An MS relapse is also known as a flare-up, exacerbation, or attack. For a true relapse or flare-up, worsened symptoms need to last at least 24 hours and occur at least 30 days after a previous relapse.

Multiple sclerosis (MS) is a chronic neurological condition that causes problems with your central nervous system (CNS). With this autoimmune disorder, your immune system mistakenly attacks myelin throughout the CNS, leading to scar tissue or plaques. Myelin is the protective sheath around nerve cells.

While everyone with MS experiences this condition differently, it’s commonly known for causing periods of relapses and remission. As MS progresses, there may be fewer times of remission, with symptoms becoming steadier.

People often use the terms “flare-up” and “relapse” interchangeably when talking about MS, though you’re more likely to hear the latter. Aside from key terminology, here’s the important information you need to know about MS relapses.

An MS flare-up is a period when your symptoms are worse than usual because of increased CNS inflammation. Flare-ups also occur in other autoimmune diseases, such as lupus, rheumatoid arthritis (RA), and inflammatory bowel disease (IBD).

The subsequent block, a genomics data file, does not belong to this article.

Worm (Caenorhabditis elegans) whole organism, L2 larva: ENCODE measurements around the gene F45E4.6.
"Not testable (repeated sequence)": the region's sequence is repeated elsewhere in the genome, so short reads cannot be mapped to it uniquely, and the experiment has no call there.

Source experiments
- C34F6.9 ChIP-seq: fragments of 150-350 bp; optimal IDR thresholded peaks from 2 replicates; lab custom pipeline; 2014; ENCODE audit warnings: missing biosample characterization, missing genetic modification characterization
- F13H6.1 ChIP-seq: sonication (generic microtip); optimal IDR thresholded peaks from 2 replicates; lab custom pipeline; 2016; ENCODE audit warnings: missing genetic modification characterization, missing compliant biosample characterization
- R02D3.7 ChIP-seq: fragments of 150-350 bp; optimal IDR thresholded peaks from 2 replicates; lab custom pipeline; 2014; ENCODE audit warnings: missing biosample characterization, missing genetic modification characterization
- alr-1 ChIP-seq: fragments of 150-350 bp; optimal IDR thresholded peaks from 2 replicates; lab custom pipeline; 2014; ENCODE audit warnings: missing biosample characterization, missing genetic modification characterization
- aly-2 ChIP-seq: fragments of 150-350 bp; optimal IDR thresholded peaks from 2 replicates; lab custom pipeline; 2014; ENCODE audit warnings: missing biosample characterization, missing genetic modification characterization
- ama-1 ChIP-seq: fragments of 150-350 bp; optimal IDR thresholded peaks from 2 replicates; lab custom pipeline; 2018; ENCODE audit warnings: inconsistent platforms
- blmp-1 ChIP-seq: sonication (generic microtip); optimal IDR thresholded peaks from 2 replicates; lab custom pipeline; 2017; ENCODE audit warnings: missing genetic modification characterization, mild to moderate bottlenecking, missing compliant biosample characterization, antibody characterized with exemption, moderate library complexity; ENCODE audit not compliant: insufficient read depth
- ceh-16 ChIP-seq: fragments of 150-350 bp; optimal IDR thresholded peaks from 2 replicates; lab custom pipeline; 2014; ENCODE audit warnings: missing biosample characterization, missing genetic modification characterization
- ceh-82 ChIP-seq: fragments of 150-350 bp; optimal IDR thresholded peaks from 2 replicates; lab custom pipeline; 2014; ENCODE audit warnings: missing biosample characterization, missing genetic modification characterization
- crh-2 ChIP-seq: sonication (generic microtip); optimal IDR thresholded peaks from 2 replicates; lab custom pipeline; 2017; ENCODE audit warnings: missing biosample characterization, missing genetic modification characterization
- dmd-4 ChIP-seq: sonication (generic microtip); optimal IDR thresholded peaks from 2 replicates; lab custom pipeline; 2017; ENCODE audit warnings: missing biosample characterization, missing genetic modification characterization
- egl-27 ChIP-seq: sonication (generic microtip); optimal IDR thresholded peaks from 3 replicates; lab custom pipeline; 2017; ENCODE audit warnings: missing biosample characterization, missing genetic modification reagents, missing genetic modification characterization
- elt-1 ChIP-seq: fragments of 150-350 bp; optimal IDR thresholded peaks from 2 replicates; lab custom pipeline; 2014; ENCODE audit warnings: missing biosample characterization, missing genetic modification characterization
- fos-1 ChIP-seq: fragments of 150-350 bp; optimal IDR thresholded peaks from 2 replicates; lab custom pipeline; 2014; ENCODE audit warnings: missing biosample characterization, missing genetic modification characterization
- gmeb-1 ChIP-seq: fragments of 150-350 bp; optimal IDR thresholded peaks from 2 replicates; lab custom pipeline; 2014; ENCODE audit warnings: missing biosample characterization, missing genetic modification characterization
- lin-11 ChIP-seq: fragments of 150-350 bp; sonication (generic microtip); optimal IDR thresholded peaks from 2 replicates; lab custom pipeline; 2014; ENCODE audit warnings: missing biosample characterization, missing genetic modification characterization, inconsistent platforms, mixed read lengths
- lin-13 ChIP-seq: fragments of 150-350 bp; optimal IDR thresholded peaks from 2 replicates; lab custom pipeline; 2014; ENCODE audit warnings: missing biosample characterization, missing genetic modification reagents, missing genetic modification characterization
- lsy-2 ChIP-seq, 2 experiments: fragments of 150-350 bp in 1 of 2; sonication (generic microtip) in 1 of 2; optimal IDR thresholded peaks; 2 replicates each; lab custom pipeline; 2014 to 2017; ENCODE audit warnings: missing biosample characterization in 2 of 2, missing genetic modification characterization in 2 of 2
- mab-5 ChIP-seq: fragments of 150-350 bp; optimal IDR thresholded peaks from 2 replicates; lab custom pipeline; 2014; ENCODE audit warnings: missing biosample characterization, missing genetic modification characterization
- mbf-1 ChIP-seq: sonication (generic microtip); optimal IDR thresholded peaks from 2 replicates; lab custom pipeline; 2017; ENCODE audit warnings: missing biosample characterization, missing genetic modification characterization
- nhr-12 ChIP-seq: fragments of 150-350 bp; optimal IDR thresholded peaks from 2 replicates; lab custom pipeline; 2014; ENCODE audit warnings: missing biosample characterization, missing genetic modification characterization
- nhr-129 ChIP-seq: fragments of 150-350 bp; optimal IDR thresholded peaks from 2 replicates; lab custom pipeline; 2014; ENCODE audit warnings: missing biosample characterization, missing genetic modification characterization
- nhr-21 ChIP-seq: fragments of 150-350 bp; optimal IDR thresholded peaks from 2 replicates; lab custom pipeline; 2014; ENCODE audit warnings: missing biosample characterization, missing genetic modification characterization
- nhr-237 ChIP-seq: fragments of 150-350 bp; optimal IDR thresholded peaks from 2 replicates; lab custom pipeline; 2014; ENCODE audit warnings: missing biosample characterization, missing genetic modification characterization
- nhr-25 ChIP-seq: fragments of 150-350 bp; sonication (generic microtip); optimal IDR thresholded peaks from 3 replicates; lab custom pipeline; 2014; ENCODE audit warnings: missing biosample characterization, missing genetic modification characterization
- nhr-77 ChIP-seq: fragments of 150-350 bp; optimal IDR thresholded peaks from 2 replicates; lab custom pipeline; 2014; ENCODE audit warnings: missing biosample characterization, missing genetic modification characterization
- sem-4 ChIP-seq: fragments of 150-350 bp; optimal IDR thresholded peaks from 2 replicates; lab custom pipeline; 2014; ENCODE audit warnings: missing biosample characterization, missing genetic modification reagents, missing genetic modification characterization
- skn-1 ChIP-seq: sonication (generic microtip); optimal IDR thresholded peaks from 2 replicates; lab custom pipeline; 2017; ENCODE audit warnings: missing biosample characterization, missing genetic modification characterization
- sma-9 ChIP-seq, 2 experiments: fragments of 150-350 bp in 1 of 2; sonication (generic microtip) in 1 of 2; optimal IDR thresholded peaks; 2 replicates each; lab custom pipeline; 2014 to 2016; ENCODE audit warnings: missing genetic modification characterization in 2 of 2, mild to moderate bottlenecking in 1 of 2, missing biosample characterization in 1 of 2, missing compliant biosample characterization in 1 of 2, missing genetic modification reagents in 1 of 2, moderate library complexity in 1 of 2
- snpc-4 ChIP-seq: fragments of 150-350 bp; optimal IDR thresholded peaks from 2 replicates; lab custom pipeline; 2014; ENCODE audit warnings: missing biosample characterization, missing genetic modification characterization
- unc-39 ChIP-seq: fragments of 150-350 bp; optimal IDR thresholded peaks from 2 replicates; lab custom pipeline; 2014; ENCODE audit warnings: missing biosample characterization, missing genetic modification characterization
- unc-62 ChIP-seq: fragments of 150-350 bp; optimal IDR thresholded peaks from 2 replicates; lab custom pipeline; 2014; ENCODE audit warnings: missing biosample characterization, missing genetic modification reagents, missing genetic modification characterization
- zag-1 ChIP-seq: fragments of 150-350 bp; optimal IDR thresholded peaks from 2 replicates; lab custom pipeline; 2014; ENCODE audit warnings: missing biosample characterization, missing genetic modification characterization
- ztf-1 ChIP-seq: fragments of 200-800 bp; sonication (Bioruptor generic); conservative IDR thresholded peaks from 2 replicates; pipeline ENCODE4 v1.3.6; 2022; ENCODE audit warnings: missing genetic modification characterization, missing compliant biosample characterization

In MS, a flare-up is also called a relapse. Other common names for a relapse include exacerbation or attack. For symptoms to constitute a true flare-up or relapse, they must occur for 24 hours or longer and develop 30 days or longer after a previous relapse.

During an MS relapse, you may experience new neurological symptoms or existing symptoms that increase in severity or flare up. The term “relapse” is most often used in this condition because of its varying periods of remission and exacerbations.

Symptoms of an MS flare-up

Some of the most common symptoms seen during an MS relapse or flare-up include:

  • fatigue
  • vision problems
  • cognitive difficulties
  • numbness
  • stiffness
  • spasticity
  • difficulty with balance and walking
  • bladder and bowel problems
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Sometimes, symptoms similar to an MS relapse may occur due to worsening of preexisting symptoms. This is known as a pseudo-relapse. It’s not due to any new inflammation or active disease. Stress, heat, or an infection can trigger a pseudo-relapse.

Pseudo-relapses do not require treatment with corticosteroids. An MRI can help doctors distinguish between a pseudo-relapse and a true relapse.

Relapsing-remitting MS (RRMS) is the most common of the four main types of MS. It’s characterized by recurring acute relapses, commonly called “attacks.” According to the National MS Society, about 85% of new MS diagnoses are initially RRMS.

During an RRMS relapse, your symptoms may worsen before you experience remission. Depending on your MS severity, you may still have symptoms of MS during remission, but these aren’t as severe as they are during a relapse.